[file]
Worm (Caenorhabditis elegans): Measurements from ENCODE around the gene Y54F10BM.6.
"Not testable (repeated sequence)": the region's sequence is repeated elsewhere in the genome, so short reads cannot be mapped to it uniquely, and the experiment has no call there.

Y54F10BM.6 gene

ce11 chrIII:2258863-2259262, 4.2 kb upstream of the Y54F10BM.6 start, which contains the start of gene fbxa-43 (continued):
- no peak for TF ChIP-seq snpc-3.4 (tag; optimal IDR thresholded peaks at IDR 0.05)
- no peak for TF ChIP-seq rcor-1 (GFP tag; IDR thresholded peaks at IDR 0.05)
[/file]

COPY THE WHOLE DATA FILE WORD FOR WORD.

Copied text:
Worm (Caenorhabditis elegans): Measurements from ENCODE around the gene Y54F10BM.6.
"Not testable (repeated sequence)": the region's sequence is repeated elsewhere in the genome, so short reads cannot be mapped to it uniquely, and the experiment has no call there.

Y54F10BM.6 gene

ce11 chrIII:2258863-2259262, 4.2 kb upstream of the Y54F10BM.6 start, which contains the start of gene fbxa-43 (continued):
- no peak for TF ChIP-seq snpc-3.4 (tag; optimal IDR thresholded peaks at IDR 0.05)
- no peak for TF ChIP-seq rcor-1 (GFP tag; IDR thresholded peaks at IDR 0.05)